TEXAS (KCBD/KTRE) - It was just last week when the Texas Department of State Health confirmed that some peanut butter products made at the Peanut Corporation of America plant in Plainview did in fact test positive for salmonella. Now, a former employee from that plant talks to KTRE's Raycom sister station KCBD about just how bad the conditions were.
A man, we'll call Daniel, because he doesn't want his identity to be know, has a lot to tell about his days working at the Peanut Corporation of America plant. Since opening in March of 2005 until it closed last week, that was Daniel's place of employment. "Basically what happened this past week I knew that was going to happen because of the condition of the building itself," Daniel told us. A building that he says he knew was unsanitary from day one, due partly to a drainage problem from leaks in the roof. "I basically didn't like what I first saw when I first started working there nobody really liked keeping it clean, the first time I was there and there was only a hand full of us that really did care and it takes everybody to actually make it happen and that's not the way it was."
The amount of time that was given to clean the equipment was something that always bothered Daniel. "They wouldn't really care how the equipment got they would just process the product and keep going and going and going and not actually clean the facility the way they were supposed to."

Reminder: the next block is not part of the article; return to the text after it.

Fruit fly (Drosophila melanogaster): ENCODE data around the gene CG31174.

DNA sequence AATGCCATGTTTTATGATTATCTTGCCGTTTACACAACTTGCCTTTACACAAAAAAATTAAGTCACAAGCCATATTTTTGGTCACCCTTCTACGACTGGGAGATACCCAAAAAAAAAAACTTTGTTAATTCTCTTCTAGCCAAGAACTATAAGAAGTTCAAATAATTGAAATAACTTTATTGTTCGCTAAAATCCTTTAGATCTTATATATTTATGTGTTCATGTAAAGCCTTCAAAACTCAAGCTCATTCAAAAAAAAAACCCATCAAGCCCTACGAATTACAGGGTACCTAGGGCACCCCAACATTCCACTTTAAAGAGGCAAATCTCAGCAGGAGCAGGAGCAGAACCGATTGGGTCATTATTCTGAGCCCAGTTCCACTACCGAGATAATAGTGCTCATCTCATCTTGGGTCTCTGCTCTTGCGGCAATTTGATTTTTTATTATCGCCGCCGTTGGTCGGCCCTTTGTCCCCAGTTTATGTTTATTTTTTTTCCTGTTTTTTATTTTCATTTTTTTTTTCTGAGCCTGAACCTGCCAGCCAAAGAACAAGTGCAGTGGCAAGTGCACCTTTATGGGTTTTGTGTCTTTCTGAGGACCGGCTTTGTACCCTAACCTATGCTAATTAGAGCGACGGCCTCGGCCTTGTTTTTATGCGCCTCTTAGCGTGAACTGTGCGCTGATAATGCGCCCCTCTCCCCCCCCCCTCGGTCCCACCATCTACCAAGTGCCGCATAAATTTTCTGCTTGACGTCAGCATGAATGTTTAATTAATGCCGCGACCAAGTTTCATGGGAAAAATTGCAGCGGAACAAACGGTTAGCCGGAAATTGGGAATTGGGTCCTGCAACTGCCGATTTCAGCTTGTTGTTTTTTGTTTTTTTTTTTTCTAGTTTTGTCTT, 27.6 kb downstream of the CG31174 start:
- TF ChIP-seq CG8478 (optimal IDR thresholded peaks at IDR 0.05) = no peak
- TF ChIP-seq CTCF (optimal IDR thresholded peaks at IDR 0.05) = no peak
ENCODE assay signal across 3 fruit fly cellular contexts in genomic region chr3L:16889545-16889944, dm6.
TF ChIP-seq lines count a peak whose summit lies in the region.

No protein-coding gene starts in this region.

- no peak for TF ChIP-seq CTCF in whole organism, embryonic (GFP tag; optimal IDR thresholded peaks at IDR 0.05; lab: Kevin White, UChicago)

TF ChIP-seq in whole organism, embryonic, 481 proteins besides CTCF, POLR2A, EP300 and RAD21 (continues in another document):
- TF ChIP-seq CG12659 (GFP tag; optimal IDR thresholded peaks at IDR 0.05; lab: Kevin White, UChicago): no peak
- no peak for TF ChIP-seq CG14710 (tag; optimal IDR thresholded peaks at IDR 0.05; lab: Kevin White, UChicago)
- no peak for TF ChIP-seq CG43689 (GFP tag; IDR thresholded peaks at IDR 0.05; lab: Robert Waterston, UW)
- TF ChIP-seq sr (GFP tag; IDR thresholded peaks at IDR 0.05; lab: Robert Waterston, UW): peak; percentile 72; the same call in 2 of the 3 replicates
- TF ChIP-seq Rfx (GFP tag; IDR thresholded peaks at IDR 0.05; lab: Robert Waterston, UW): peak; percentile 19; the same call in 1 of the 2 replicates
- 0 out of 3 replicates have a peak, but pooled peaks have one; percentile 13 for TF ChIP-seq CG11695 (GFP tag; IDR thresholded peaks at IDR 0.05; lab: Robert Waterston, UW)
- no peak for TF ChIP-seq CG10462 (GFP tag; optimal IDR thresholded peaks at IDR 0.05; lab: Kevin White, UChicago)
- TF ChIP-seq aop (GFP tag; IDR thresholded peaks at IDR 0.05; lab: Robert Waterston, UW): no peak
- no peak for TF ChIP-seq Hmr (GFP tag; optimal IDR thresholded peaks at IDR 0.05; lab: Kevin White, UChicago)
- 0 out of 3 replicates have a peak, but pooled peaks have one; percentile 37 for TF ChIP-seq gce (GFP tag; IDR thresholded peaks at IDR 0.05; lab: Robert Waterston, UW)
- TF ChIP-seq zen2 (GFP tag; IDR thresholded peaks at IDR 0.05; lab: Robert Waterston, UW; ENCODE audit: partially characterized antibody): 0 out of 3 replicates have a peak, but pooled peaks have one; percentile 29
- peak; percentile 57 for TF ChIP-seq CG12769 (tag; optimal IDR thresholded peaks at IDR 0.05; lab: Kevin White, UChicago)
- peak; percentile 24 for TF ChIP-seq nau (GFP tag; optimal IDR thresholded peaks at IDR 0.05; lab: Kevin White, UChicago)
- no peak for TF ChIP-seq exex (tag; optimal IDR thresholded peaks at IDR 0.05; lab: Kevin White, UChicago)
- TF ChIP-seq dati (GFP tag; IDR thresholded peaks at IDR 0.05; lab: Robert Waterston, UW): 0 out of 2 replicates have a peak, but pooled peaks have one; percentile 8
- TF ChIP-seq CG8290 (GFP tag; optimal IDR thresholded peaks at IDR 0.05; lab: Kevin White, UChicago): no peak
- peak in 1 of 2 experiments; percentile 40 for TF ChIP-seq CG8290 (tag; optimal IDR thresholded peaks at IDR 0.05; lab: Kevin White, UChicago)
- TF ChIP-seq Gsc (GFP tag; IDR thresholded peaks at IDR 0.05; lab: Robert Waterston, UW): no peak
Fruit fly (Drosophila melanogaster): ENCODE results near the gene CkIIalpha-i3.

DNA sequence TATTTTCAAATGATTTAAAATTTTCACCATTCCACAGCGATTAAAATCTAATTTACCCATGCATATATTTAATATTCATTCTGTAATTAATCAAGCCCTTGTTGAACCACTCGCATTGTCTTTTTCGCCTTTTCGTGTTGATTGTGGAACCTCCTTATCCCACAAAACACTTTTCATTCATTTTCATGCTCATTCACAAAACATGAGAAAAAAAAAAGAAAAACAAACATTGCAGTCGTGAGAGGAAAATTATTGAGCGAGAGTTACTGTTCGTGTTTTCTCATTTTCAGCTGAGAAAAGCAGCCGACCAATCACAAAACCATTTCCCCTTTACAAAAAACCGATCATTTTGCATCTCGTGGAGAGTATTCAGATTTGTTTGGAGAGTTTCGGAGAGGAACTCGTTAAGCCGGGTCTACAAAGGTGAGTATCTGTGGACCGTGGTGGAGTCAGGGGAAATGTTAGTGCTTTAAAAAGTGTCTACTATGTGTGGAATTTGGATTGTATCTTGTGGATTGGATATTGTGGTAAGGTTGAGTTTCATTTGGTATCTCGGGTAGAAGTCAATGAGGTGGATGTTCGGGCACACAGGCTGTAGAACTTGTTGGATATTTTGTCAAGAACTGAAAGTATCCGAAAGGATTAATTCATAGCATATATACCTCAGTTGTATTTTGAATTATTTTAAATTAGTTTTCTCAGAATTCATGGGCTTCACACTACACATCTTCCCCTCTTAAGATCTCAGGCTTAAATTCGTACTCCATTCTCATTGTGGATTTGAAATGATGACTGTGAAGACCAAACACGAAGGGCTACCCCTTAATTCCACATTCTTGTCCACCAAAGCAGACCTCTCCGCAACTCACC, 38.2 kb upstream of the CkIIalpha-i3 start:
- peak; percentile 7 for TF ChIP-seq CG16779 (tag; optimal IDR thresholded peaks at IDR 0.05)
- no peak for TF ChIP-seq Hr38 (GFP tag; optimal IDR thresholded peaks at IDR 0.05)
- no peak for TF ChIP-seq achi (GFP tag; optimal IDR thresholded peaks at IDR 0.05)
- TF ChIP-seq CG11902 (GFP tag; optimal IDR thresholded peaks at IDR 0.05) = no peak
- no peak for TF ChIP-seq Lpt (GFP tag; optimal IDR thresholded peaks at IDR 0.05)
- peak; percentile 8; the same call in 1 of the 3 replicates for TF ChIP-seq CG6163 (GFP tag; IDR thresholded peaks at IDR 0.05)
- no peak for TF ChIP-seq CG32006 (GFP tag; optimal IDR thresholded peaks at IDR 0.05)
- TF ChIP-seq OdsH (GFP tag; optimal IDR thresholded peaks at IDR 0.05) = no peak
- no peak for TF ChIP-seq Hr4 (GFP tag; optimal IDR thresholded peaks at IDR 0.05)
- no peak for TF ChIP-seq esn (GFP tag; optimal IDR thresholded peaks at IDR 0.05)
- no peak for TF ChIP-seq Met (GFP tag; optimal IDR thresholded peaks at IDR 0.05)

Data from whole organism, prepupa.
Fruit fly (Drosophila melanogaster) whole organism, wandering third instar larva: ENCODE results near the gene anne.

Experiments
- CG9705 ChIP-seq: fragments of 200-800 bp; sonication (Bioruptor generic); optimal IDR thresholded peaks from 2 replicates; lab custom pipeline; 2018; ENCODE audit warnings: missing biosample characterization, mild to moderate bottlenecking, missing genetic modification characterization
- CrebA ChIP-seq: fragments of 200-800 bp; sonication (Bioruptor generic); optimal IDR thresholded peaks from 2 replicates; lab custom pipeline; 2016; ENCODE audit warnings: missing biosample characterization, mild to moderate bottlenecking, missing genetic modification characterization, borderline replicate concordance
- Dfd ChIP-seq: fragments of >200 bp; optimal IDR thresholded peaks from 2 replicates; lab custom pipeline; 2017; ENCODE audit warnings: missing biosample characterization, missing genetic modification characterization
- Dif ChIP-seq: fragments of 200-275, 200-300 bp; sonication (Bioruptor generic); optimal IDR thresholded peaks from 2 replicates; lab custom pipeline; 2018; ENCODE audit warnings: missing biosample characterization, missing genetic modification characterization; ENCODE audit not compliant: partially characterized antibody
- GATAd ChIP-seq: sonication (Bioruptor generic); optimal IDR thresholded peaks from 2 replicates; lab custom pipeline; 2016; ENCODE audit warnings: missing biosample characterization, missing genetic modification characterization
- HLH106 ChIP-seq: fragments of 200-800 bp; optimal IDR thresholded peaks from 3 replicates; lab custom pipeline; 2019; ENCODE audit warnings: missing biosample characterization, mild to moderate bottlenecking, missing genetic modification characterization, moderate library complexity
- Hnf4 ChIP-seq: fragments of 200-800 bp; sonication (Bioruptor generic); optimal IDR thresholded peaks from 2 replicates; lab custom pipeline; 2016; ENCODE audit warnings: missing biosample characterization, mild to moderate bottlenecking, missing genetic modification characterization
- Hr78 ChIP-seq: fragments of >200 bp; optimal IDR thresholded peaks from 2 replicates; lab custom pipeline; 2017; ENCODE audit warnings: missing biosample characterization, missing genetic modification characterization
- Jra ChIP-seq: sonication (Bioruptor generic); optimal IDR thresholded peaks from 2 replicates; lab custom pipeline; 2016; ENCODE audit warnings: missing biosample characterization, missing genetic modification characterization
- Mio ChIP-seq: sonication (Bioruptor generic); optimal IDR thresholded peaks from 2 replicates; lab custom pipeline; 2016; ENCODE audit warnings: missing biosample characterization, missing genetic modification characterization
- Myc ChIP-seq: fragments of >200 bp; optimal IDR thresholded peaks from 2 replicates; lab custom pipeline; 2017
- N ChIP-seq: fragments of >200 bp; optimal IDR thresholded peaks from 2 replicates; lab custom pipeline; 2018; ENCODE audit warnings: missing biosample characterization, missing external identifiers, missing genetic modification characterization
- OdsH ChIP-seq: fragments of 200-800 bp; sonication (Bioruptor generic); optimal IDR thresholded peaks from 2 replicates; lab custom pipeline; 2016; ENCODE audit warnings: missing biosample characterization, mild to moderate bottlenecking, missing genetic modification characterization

He says though the condition of the plant improved over the years, he says when it first opened was the worst. "We would notice the mishandling of the product sometime. You are suppose to always have your latex gloves on and at times you would catch people not wearing gloves, hair nets weren't worn as long as I was there."
And, Daniel says it was not uncommon to see rats and rat droppings around the building. "Of course, we share the world with the mice here we pretty much maintained the problem, but it was a lot worse when I first started."
After the closing of Peanut Corporation of America plant in Georgia, Daniel says it came as no surprise when the Plainview, Texas plant closed as well. "Everyone in our facility knew for a fact that they were going to come down to us pretty fast and sure enough they were there within no time."
We asked Daniel if he felt any personal guilt hearing about the deaths and the sickness and how many people had been affected. "To be honest with you I actually did feel guilty. I'm only human, I felt bad and I felt guilty and it makes you think was there anything that we all could have done to prevent this."
Now that Daniel's time is over at the Plainview plant, he is currently going on job interviews, paying very close attention to the working conditions.
America's peanut industry is taking a huge hit because of the salmonella scare involving one company, Peanut Corp. of America.
With hundreds of thousands of Americans out of work and the economy in a nosedive, the U.S. peanut industry had expected sales to soar this year. That's because Americans have tended to turn to peanut products to stretch their food dollars in tough times, avoiding more expensive protein sources such as steak and ground beef.
Those rosy predictions are no more, thanks to the salmonella outbreak that has sickened 600 people in 43 states and may be linked to nine deaths.
More than 2,000 products have been recalled. Yet while Peanut Corp. of America handles no more than 2.5 percent of all peanuts processed, sales of jarred peanut butter plummeted 22 percent nationwide in January compared with the same period last year.